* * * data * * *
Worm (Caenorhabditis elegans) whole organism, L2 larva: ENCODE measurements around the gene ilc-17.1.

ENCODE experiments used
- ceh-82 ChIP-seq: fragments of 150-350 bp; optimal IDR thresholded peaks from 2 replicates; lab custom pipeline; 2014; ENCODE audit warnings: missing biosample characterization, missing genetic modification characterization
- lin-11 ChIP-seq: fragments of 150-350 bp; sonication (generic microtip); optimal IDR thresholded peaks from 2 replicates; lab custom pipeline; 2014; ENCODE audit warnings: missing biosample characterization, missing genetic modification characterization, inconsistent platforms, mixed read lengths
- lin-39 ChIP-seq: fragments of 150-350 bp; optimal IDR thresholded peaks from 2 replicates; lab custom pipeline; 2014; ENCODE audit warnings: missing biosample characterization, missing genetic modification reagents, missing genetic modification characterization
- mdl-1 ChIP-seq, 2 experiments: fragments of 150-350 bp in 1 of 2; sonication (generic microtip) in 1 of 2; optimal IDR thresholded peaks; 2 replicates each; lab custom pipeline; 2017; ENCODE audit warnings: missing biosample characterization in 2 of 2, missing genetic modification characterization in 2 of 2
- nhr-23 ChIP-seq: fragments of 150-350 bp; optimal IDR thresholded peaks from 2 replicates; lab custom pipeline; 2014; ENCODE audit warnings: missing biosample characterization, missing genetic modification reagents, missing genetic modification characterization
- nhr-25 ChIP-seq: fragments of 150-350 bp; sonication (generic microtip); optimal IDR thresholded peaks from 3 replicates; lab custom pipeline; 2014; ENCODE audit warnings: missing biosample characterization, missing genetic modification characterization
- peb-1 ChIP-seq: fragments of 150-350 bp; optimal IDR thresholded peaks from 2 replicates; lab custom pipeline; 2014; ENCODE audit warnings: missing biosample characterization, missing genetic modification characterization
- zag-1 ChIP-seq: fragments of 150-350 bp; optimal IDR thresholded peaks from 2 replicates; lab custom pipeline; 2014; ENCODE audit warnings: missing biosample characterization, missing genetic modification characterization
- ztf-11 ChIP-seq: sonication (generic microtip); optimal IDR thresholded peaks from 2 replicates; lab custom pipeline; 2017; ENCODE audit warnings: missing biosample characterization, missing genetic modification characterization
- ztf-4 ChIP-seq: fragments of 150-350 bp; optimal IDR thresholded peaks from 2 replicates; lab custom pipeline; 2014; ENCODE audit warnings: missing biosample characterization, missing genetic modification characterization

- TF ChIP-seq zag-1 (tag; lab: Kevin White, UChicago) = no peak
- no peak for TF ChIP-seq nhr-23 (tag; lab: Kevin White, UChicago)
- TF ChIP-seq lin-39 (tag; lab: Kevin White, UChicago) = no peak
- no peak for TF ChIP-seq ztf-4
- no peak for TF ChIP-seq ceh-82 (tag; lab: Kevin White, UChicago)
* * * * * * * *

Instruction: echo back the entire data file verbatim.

Worm (Caenorhabditis elegans) whole organism, L2 larva: ENCODE measurements around the gene ilc-17.1.

ENCODE experiments used
- ceh-82 ChIP-seq: fragments of 150-350 bp; optimal IDR thresholded peaks from 2 replicates; lab custom pipeline; 2014; ENCODE audit warnings: missing biosample characterization, missing genetic modification characterization
- lin-11 ChIP-seq: fragments of 150-350 bp; sonication (generic microtip); optimal IDR thresholded peaks from 2 replicates; lab custom pipeline; 2014; ENCODE audit warnings: missing biosample characterization, missing genetic modification characterization, inconsistent platforms, mixed read lengths
- lin-39 ChIP-seq: fragments of 150-350 bp; optimal IDR thresholded peaks from 2 replicates; lab custom pipeline; 2014; ENCODE audit warnings: missing biosample characterization, missing genetic modification reagents, missing genetic modification characterization
- mdl-1 ChIP-seq, 2 experiments: fragments of 150-350 bp in 1 of 2; sonication (generic microtip) in 1 of 2; optimal IDR thresholded peaks; 2 replicates each; lab custom pipeline; 2017; ENCODE audit warnings: missing biosample characterization in 2 of 2, missing genetic modification characterization in 2 of 2
- nhr-23 ChIP-seq: fragments of 150-350 bp; optimal IDR thresholded peaks from 2 replicates; lab custom pipeline; 2014; ENCODE audit warnings: missing biosample characterization, missing genetic modification reagents, missing genetic modification characterization
- nhr-25 ChIP-seq: fragments of 150-350 bp; sonication (generic microtip); optimal IDR thresholded peaks from 3 replicates; lab custom pipeline; 2014; ENCODE audit warnings: missing biosample characterization, missing genetic modification characterization
- peb-1 ChIP-seq: fragments of 150-350 bp; optimal IDR thresholded peaks from 2 replicates; lab custom pipeline; 2014; ENCODE audit warnings: missing biosample characterization, missing genetic modification characterization
- zag-1 ChIP-seq: fragments of 150-350 bp; optimal IDR thresholded peaks from 2 replicates; lab custom pipeline; 2014; ENCODE audit warnings: missing biosample characterization, missing genetic modification characterization
- ztf-11 ChIP-seq: sonication (generic microtip); optimal IDR thresholded peaks from 2 replicates; lab custom pipeline; 2017; ENCODE audit warnings: missing biosample characterization, missing genetic modification characterization
- ztf-4 ChIP-seq: fragments of 150-350 bp; optimal IDR thresholded peaks from 2 replicates; lab custom pipeline; 2014; ENCODE audit warnings: missing biosample characterization, missing genetic modification characterization

- TF ChIP-seq zag-1 (tag; lab: Kevin White, UChicago) = no peak
- no peak for TF ChIP-seq nhr-23 (tag; lab: Kevin White, UChicago)
- TF ChIP-seq lin-39 (tag; lab: Kevin White, UChicago) = no peak
- no peak for TF ChIP-seq ztf-4
- no peak for TF ChIP-seq ceh-82 (tag; lab: Kevin White, UChicago)